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Sacred Country by Rose Tremain
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Sacred Country

by Rose Tremain

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Normally books about people trying to "find themselves" do not appeal to me. I'm a reader of historical fiction - thus I discovered Rose Tremain through Music & Silence (Excellent) and Restoration (wonderful read). I purchased this book simply because of the author. When I got it and read the covers, I thought "I've been gipped, this isn't what I wanted" - However, after just a few pages, I was pulled in. Mary/Martin's struggle with gender reflects every individual's struggle to become who they think they are meant to be. Gender identity is only a tool here; it is not the focus of the book. The English farm, the repressed family, the country music scene in Nashville are a perfect backdrop for the inner struggles of characters such as Mary and Walter. The author paints such a realistic picture: Struggles are hard and probably never ending. The book also demonstrates the importance of the "one person" in someone's life who can make such a difference -- in small and often unknowing ways. I can't say I loved this book, but I can say that I am so glad I read it. The world is filled with Marys and Walters, and there is a bit of them in each of us as well. The perspective this book brings is right on target. Rose Tremain is truly a great writer. ( )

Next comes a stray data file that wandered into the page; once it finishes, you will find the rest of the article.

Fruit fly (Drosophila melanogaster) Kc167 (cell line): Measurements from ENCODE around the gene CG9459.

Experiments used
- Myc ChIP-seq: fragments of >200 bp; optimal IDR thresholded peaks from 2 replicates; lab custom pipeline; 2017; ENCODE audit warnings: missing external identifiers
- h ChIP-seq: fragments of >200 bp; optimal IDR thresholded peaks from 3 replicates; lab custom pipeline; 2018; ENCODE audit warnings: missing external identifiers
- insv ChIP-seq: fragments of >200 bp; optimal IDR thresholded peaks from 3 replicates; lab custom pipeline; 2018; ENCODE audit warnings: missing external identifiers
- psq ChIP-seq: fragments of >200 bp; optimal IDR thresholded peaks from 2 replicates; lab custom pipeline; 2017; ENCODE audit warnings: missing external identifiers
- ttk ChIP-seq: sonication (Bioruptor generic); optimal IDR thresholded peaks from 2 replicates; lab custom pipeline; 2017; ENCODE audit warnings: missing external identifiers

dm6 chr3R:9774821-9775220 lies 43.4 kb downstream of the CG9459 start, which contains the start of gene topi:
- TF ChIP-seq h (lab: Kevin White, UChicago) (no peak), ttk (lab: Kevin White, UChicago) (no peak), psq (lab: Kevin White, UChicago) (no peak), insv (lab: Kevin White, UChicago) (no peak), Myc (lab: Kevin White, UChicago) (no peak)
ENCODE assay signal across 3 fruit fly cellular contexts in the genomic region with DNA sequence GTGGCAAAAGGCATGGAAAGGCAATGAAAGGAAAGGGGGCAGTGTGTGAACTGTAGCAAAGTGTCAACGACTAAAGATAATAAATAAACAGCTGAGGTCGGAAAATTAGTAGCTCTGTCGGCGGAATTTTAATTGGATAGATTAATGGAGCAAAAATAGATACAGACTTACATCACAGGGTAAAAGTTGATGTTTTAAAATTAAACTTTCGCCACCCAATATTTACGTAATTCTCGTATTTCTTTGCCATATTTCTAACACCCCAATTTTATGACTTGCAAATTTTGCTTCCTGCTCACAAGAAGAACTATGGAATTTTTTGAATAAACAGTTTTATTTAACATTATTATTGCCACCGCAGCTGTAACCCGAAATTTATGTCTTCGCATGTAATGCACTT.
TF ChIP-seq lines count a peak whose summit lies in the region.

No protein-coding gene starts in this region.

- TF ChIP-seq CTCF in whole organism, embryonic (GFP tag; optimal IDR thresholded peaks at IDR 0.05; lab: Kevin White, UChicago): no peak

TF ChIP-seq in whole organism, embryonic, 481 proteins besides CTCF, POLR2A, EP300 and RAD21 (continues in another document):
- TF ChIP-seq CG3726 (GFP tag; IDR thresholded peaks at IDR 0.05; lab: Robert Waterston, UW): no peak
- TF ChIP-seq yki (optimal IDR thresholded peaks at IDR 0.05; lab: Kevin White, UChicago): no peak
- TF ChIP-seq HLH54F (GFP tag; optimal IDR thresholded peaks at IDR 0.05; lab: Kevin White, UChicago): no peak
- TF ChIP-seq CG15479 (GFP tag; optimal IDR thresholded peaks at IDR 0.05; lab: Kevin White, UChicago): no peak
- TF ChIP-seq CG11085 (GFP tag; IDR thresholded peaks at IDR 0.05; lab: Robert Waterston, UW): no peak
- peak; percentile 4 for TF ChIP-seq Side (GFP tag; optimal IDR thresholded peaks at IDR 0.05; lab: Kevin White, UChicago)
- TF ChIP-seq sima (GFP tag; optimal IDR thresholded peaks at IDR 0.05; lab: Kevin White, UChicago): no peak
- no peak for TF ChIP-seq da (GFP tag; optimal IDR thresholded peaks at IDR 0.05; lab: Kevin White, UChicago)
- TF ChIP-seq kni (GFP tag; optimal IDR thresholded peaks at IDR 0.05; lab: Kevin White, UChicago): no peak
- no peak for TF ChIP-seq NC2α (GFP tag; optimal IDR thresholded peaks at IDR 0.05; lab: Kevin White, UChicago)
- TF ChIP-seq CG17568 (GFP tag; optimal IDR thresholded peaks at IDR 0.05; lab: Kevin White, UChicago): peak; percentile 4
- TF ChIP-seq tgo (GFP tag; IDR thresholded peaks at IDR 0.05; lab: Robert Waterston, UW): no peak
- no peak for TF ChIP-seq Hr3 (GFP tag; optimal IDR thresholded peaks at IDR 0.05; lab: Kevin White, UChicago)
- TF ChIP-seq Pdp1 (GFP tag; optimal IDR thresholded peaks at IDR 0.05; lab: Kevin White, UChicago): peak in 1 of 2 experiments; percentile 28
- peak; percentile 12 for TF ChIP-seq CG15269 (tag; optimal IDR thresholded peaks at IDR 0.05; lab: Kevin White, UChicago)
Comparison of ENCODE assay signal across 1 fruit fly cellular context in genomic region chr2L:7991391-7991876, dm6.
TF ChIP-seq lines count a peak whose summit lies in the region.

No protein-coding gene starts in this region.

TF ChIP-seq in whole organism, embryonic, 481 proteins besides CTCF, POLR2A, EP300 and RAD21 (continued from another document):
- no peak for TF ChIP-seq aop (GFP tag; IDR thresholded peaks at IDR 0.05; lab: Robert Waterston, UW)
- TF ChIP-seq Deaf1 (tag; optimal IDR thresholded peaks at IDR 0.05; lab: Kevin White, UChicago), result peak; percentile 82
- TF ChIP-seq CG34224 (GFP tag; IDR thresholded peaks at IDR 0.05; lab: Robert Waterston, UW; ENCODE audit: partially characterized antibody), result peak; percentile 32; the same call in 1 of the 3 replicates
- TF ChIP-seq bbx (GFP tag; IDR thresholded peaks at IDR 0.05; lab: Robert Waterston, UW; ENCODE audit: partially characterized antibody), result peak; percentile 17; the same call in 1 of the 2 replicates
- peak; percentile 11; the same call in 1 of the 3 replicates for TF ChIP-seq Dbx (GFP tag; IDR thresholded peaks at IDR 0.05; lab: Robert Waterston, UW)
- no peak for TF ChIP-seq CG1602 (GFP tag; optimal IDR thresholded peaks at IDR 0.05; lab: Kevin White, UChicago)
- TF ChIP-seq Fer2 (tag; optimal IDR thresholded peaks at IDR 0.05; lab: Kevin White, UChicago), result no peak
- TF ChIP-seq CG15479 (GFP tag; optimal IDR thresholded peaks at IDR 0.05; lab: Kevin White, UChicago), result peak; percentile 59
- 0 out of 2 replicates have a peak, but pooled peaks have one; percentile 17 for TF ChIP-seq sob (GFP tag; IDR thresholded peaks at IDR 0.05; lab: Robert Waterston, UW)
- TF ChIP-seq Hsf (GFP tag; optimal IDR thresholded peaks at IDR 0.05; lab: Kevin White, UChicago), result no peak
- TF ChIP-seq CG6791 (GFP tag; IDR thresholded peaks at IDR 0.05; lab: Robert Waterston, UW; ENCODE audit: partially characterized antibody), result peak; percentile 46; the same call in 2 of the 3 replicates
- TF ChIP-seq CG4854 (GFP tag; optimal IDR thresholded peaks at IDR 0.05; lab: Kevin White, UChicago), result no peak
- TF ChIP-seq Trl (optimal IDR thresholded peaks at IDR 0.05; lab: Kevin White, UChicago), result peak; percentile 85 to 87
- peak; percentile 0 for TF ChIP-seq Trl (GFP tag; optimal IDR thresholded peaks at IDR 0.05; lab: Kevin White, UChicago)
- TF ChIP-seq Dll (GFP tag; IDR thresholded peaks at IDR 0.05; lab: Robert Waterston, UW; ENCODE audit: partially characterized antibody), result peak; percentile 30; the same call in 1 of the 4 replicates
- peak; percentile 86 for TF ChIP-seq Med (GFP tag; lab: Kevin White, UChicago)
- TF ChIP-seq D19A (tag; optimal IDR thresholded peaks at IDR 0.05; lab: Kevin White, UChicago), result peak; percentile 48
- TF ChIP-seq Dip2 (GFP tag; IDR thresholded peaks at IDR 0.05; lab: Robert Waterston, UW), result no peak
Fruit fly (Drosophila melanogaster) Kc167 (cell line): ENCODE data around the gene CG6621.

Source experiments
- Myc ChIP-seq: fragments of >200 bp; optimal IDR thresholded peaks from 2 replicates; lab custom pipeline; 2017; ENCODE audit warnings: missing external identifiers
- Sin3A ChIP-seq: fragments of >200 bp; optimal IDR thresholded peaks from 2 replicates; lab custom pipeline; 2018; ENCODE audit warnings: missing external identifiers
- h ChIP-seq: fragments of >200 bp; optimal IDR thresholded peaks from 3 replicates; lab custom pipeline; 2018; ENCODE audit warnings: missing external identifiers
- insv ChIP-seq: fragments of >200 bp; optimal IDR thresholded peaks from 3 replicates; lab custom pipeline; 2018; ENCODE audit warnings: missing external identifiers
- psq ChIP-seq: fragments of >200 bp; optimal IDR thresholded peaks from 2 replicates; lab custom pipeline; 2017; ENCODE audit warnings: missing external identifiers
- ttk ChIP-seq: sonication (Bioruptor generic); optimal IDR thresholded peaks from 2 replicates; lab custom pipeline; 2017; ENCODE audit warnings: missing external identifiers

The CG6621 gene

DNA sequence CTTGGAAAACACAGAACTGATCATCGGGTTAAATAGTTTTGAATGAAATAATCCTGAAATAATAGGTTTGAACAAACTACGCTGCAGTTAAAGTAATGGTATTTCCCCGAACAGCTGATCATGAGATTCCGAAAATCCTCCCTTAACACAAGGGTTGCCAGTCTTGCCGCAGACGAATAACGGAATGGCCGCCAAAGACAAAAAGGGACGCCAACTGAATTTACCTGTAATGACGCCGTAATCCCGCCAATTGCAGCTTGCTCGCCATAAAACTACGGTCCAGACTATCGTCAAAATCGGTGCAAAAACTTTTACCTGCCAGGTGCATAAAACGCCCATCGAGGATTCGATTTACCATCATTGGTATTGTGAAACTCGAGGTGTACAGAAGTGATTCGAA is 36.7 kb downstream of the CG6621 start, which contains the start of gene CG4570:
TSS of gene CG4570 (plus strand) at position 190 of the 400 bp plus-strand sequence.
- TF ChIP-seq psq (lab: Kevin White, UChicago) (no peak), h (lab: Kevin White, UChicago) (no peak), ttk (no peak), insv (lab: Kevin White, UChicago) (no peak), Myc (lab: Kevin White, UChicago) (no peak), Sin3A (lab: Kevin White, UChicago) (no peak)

maryreinert | Aug 16, 2013 |
Gorgeous prose, affecting story. Everyone talks the same, and the ending is kind of tidy, but I was fascinated and enjoyed pretty much every scene; the claustrophobia of post-WWII Britain is conveyed very well. ( )
  cricketbats | Mar 30, 2013 |
Having now read three or four of Rose Tremain's books I find them all very different in terms of plot, setting and characters. And all almost unbelievably well written. Her characters are so wonderfully constructed, and she also has so much compassion for each of them, irrespective of who they are or what the story is about.